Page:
Cinematographer Crystel Fournier articulates the containment of gender in lingering close-ups. On Marie’s fumbling feet, or trembling lips, in tight frames of cranking limbs in water. It also moves in unapologetic cuts and long tracking shots heightened by the sharp angles of suburban Paris, of modern housing, of sports complexes with narrow corridors and subterranean car-parks. Marie, our anti-heroine, reminds us of these limits in a lucid observation: “The ceiling is probably the last thing people see before they die...Imagine all those people with ceiling in their eyes.” And it is Marie, amid the grander expanses of a liquid mass and concrete and straight lines, who breaks those confines. Later, she and Floriane walk out across the great concrete plain of an industrial power station towards the horizon.

Within these cinematic frames, Sciamma summons the mechanics of the body and its regulation; in the rigorous symmetry of synchronised swimming, in cycling legs and spiralling torsos, that assume the look of cogs and drills churning and penetrating the water. When Marie finally enters the water, she watches the swimmers perform for the bleacher’s crowds from under the surface, their convulsing bodies muted but restless, pulsing. It is the backstage of femininity — the reality of bodies, the messy, beating heart magnified by rushing water, the pounding noises, voices against hard surfaces and a score from Jean-Baptiste de Laubier (as Para One), interspersing melodramatic, operatic competition music, loaded with notions of love and lust – which syncs up with Marie’s personal narrative.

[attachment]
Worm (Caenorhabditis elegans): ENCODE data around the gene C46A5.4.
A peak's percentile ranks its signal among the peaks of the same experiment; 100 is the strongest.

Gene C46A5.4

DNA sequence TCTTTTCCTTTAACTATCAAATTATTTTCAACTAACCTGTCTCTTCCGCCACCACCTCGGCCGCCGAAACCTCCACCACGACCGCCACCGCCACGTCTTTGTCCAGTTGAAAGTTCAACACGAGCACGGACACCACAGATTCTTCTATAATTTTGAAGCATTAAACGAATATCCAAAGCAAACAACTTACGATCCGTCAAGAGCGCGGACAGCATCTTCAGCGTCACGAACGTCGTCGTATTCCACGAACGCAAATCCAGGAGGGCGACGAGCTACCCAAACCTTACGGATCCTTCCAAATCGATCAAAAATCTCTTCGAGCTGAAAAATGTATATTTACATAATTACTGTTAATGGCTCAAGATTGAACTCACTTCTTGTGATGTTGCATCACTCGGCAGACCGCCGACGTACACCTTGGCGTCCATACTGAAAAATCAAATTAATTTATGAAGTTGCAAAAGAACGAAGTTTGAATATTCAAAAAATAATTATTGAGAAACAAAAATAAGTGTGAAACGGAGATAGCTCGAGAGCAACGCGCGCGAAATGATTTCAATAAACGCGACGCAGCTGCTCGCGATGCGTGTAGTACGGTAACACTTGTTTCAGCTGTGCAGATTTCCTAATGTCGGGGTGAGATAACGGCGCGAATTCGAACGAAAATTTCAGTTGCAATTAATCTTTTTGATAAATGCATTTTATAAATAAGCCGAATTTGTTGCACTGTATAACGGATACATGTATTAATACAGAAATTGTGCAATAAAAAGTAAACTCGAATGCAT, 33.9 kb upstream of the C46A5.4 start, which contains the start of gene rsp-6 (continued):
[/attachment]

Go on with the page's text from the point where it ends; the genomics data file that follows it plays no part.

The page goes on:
Water Lilies, like Portrait of a Lady on Fire, foregrounds (albeit in another place and time) a girl’s journey to sexual enlightenment and the flux and fervour of desire that takes on religious heights in redemptive water and blazing fire. For Marie, it manifests in a climactic baptism, when she plunges into the pool in all her clothes. Anne follows suit, and they float on the surface, hand-in-hand. The film is an awakening, a refusal, of the dissolution of the self, and a return to one another. Solidarity in all its forms.

Buy our CÉLINE SCIAMMA t-shirt

Rose Higham-Stainton writes creative nonfiction, criticism and prose that explores representations of femininity, modes of resistance and the body in women’s creative practice. Her writing is held in the Women’s Art Library at Goldsmiths College and has appeared in publications including PIN-UP Magazine, MAP Magazine, NOIT, Dazed Digital, LOVE and V Magazine. She recently completed a Masters in Writing at the Royal College of Art, where she focused on femininity through the prism of myth, drawing on art and literary criticism, cultural theory and autobiography.

Back to blog